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Trust Advice Darlington

Challenging An Estate After Someone Has Died

In England & Wales, a person is generally able to write a Will to distribute their possessions and wealth as they wish to do so or, if they have not written a Will, the Intestacy Rules stipulate who will inherit. There may however be occasions when there is cause for concern and someone may wish to either challenge a Will’s validity or the gifts under the Will.

Q1 – Can I challenge the validity of a Will?

The validity of a Will can be challenged on a number of grounds and the most common reasons are:

  • Invalid execution of a Will – there has been some error in creating the Will, for example it has not been correctly witnessed.
  • Undue influence – the deceased was manipulated into writing the Will.
  • Lack of Capacity – the deceased did not understand what they were writing or signing.
  • Fraud –  where perhaps a signature has been forged or the Will pages tampered with.

 

Q2 – Can I challenge the contents of a Will?

The Inheritance (Provision for Family and Dependents) Act 1975 enables a claim to be brought against an estate by certain classes of person who are financially dependent upon the deceased and have been excluded from a Will entirely, or not provided for adequately.

Generally, those entitled to bring such claims are spouses, cohabiting partners or minor children. In limited circumstances adult children may be able to bring a claim.

Where someone has acted significantly based upon a promise of inheritance, it may also be possible to claim.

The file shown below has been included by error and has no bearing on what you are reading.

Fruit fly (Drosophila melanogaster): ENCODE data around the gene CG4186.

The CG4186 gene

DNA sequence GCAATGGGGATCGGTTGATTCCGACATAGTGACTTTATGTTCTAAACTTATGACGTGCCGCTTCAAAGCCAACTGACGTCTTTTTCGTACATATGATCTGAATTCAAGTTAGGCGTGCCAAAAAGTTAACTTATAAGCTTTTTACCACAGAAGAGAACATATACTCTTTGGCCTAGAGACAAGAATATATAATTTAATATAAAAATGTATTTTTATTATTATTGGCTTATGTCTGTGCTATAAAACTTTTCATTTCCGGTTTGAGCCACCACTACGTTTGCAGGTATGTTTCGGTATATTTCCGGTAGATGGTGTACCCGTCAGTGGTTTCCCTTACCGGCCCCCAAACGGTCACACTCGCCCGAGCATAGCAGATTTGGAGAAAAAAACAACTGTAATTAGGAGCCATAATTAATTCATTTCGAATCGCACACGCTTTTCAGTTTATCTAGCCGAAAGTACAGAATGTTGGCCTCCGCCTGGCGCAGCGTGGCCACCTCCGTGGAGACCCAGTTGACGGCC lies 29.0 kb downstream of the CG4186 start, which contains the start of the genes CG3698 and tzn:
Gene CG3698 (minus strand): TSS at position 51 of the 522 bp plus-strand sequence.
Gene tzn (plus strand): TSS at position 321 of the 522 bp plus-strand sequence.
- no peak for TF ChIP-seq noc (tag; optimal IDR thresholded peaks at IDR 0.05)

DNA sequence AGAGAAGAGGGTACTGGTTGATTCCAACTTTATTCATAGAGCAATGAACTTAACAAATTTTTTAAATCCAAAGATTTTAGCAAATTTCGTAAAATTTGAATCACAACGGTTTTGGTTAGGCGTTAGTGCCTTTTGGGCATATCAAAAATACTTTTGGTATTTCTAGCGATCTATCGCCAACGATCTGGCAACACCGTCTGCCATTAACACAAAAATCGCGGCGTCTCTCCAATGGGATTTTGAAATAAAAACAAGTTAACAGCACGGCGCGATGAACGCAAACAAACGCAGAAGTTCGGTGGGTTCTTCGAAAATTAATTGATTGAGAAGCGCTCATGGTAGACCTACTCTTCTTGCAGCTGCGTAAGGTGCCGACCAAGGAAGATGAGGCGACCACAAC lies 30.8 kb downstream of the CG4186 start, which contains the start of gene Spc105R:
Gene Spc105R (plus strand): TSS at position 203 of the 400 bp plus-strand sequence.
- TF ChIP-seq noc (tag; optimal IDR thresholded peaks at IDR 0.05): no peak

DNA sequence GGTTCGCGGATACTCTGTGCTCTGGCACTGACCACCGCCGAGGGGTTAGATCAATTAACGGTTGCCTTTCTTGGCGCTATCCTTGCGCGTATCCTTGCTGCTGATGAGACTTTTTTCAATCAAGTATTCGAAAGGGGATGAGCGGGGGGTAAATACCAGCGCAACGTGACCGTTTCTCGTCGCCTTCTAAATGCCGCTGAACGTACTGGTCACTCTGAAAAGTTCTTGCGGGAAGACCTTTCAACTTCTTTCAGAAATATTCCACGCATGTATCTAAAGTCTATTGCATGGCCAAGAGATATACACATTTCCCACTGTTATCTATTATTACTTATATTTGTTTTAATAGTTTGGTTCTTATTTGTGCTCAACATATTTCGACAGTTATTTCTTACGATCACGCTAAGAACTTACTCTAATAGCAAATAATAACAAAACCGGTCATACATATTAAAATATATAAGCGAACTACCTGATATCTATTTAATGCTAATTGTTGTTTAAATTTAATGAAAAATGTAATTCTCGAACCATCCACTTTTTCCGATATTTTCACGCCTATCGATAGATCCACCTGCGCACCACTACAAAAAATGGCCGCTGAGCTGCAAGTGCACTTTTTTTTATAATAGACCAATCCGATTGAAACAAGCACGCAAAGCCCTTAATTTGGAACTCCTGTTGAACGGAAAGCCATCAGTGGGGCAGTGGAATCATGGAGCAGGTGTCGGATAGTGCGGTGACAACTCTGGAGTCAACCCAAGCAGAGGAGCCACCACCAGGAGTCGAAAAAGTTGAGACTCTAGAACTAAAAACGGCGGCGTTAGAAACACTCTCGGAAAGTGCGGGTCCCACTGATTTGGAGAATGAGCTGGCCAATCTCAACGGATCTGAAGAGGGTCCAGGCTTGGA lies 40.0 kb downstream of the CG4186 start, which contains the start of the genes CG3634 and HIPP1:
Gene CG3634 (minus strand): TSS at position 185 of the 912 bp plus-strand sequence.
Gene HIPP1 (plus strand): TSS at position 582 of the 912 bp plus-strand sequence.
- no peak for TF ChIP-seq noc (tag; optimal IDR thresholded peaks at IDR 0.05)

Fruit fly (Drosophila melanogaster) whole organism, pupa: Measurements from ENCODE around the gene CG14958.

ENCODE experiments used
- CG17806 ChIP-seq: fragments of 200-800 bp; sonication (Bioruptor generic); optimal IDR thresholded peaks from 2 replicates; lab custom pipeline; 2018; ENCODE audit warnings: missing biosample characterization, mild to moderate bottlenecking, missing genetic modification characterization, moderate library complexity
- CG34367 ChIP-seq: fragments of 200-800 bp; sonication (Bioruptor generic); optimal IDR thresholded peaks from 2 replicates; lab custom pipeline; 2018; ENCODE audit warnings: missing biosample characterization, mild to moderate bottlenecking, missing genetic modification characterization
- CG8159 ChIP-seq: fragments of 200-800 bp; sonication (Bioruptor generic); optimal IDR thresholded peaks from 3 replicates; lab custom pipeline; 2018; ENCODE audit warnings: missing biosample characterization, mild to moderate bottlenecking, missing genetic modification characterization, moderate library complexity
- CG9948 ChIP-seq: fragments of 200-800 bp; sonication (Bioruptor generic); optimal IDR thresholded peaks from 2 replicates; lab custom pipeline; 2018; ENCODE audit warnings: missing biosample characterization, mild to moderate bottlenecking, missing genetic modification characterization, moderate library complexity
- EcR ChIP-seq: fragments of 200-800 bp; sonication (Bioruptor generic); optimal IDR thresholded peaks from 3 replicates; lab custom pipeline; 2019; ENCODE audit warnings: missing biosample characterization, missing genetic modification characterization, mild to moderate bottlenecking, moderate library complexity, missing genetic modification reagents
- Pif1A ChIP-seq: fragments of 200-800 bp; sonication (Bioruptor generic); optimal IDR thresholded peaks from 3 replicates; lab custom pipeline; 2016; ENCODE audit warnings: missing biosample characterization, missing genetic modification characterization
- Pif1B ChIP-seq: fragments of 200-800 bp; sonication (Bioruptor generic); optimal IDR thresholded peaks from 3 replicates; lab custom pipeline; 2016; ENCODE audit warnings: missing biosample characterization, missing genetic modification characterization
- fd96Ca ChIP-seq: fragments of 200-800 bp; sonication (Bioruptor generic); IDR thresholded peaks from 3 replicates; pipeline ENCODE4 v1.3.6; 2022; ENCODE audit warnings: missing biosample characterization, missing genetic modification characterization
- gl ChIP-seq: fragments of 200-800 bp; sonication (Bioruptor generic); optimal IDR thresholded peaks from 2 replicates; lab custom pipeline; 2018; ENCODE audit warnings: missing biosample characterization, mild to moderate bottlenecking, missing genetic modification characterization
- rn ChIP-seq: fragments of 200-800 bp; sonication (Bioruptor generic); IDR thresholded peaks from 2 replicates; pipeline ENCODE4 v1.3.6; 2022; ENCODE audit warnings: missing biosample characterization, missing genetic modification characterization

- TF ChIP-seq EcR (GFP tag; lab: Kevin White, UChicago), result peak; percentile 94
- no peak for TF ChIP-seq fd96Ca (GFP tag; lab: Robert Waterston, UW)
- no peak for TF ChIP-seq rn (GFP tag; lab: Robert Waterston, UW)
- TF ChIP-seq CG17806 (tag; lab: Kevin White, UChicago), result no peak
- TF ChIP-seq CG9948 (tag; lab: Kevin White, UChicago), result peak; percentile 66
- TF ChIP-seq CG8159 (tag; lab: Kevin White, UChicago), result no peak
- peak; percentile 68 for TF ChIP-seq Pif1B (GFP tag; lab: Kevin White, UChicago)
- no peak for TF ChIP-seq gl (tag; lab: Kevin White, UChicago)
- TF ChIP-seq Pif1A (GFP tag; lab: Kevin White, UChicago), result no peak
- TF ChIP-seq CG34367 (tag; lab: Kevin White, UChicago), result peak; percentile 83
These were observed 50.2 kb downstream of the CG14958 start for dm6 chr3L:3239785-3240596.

Q3 – What are the time limits involved?

The time limits depend upon the type of claim being made, however there is often a strict 6 month time period after the Grant of Probate/ Letters of Administration are issued to the Executors/Administrators, so it is always better to seek legal advice as soon as possible.

Q4 – Can I get a copy of a Will? 

Once  a Will goes to Probate, it becomes a public document and you can apply for a copy from the Court. It is possible to lodge a search with the Court to see if Probate has been granted or be notified of when it is, and receive a copy of the Will.

Q5 – Can I stop Probate being granted if I have a claim? 

A ‘Caveat’ can be entered at the Probate Registry.  The caveat effectively places a block on the issuing of Probate and alerts the Court that their may be a dispute. A Caveat will last six months unless it becomes ‘sealed’, after which it can only be removed by agreement or Order of the Court.

Due to the short time limits to bring a claim, and often the emotional aspects of doing so, we would recommend that you speak to our legal experts as soon as practical to explore any potential claim you may have and your options.

 

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